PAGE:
In 2004, Ed Dague gave a speech that I've never forgotten.
The longtime TV newsman had retired the previous year, the result of a painful arthritic condition called ankylosing spondylitis. He had also come out publicly in support of legalizing medical marijuana, saying the drug could help alleviate his suffering.
Dague, who died Sunday at 76, has rightly been celebrated as an icon of local journalism.
But I'd also like to remember him as someone who advocated for medical marijuana at a time when the issue was far more controversial than it is today, and also gave voice to the struggles of chronic pain sufferers - struggles that aren't always fully understood or acknowledged.
"He was a really big intellect, a deep thinker and very fair," Dague's son, Harris Dague, told me. "He conducted himself at a very high level, and he did it through chronic pain."
"People don't understand what chronic pain does and how it affects everything you do," Harris Dague said, "from your work to your interactions with your grandkids."
I saw Dague speak at the Disability Film Festival at the New York State Museum, an event I covered for The Daily Gazette.
He delivered a short speech "peppered with humorous anecdotes, criticism of the federal government and personal reflection," I wrote at the time. But it's Dague's observations about living with pain that have stuck with me through the years.
In his talk, Dague credited expensive prescription medication alleviating his pain.
Without it, "I was headed for a life of pain that would not allow me to get out of bed," he told the audience. "When you get really desperate, how do you get through? One day at a time."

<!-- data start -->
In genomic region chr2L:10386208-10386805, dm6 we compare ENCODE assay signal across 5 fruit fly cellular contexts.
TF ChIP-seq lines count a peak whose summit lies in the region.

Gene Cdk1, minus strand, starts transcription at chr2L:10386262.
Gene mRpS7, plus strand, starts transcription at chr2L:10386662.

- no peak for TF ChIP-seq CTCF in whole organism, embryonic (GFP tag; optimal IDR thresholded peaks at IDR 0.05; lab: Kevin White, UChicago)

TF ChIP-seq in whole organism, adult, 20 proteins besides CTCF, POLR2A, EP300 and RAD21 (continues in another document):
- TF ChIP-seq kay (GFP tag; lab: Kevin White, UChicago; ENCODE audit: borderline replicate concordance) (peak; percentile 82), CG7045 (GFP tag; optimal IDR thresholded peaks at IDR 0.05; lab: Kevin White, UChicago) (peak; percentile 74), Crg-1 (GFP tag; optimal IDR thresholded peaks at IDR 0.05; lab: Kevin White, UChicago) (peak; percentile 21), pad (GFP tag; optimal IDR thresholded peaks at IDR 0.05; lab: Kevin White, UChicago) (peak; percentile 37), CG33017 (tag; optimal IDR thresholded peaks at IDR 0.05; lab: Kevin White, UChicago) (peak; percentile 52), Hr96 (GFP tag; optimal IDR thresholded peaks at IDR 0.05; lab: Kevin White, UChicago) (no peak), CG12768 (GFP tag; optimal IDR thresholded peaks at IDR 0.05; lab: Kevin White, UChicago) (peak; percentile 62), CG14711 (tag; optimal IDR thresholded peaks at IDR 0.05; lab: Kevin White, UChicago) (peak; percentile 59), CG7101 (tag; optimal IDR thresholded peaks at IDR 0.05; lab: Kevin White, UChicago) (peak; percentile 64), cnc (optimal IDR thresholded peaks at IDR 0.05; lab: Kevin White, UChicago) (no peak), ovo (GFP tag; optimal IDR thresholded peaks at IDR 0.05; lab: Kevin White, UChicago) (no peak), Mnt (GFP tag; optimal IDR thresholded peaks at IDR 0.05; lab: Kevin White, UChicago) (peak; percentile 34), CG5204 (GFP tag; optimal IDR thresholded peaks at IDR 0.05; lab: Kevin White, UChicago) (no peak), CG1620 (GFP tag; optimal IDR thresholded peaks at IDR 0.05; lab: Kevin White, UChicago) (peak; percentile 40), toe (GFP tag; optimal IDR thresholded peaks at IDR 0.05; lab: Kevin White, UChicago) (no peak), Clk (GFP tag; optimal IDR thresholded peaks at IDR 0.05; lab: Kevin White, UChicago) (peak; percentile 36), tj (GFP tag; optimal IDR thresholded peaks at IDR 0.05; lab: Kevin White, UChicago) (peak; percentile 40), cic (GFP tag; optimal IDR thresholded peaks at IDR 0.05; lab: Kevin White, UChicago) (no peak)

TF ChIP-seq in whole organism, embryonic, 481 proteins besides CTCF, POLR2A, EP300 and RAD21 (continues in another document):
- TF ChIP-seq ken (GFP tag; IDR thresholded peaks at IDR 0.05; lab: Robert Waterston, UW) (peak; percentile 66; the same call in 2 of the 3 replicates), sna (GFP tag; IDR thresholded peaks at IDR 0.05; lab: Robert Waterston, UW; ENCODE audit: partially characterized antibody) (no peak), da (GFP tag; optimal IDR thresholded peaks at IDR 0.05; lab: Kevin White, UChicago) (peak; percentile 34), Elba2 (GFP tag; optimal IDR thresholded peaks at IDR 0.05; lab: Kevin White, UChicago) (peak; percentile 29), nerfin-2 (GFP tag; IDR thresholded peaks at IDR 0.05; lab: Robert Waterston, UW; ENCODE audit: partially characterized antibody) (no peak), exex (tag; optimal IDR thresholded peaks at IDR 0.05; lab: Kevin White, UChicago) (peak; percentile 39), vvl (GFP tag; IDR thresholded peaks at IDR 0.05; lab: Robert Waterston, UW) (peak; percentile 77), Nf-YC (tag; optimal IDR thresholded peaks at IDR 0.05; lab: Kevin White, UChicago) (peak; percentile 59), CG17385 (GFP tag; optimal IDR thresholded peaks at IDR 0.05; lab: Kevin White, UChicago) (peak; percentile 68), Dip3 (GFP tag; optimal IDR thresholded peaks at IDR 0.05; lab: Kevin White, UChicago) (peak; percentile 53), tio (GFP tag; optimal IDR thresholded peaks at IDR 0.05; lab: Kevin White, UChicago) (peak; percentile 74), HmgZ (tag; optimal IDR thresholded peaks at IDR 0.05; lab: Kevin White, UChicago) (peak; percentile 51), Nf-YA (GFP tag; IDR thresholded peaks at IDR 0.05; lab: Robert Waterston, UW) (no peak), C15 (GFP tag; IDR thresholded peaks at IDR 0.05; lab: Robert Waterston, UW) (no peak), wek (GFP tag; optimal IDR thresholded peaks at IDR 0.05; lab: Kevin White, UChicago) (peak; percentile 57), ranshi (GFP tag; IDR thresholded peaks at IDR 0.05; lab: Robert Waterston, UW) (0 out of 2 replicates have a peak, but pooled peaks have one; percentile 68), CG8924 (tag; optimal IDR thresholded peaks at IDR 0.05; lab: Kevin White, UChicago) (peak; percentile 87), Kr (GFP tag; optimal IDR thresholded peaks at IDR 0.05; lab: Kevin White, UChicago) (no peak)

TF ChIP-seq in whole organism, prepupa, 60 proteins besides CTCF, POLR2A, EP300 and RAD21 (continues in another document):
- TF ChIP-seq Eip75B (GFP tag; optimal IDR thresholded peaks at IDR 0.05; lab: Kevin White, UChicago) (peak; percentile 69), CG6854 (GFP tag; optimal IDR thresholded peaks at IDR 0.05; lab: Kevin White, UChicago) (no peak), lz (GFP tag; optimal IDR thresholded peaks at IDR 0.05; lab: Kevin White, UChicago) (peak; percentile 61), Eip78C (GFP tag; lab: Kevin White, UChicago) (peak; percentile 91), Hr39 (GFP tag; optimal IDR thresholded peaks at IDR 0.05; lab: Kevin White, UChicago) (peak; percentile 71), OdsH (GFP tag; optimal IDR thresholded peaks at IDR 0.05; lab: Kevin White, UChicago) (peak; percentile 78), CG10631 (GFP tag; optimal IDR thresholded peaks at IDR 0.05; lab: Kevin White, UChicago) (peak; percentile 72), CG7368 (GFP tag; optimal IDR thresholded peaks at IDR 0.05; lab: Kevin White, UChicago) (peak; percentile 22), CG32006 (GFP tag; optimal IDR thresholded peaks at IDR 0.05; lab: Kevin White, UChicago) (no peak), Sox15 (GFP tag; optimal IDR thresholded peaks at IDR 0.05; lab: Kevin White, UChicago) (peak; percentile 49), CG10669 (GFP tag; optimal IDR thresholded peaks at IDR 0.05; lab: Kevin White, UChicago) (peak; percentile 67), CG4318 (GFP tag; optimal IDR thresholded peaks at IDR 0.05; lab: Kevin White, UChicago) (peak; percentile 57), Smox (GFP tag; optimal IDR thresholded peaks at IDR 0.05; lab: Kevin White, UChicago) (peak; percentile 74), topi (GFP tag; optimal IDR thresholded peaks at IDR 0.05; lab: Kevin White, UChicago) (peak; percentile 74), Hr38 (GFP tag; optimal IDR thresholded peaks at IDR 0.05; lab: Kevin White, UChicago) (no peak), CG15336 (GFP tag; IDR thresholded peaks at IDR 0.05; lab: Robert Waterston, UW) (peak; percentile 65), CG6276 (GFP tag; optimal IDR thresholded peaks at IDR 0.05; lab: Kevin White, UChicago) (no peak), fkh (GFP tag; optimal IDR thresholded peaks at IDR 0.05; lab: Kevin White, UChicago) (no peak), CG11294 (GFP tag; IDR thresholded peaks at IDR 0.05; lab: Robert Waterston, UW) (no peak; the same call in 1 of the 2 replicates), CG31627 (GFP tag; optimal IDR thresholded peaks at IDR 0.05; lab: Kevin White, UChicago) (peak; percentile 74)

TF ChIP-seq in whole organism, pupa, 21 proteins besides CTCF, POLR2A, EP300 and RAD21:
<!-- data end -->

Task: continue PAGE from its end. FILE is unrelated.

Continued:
As it happens, my husband also suffers from ankylosing spondylitis.
If not for Dague, and his willingness to open up about his painful condition, I wouldn't have known anything about AS - which is rare and genetic, and often misdiagnosed - until I met my husband. And while I've learned quite a bit in our years together, I credit Dague for giving me a better sense of what living with chronic pain can entail.
When I heard Dague speak in 2004, he predicted it would be another 50 years before marijuana is legalized.
Attitudes have changed much more quickly than Dague anticipated, with New York legalizing medical marijuana in 2014 and state leaders voicing support for legalizing recreational marijuana.
Dague used marijuana to relieve his pain and was pleased to see the state legalize medical marijuana five years ago, Harris Dague told me.
"He never thought he'd see the day," he said. "I wish he could have taken advantage of it."
The former WNYT news anchor did obtain a prescription for medical marijuana after New York legalized the drug, but never used it. Dague was quite sick in his later years, which made getting to a dispensary to purchase marijuana a difficult logistical hurdle to overcome, Harris Dague said.
Toward the end of Dague's life, he took powerful prescription painkillers to manage his pain.
"He was a lot clearer and sharper when he was just on marijuana," Harris Dague observed.
Ed Dague was a fixture in Capital Region homes for decades, a news anchor of considerable skill, warmth and intelligence.
He also struggled with chronic pain, as many people do.
Thanks to him, I understand those struggles better than I once did.
Reach Sara Foss at [email protected]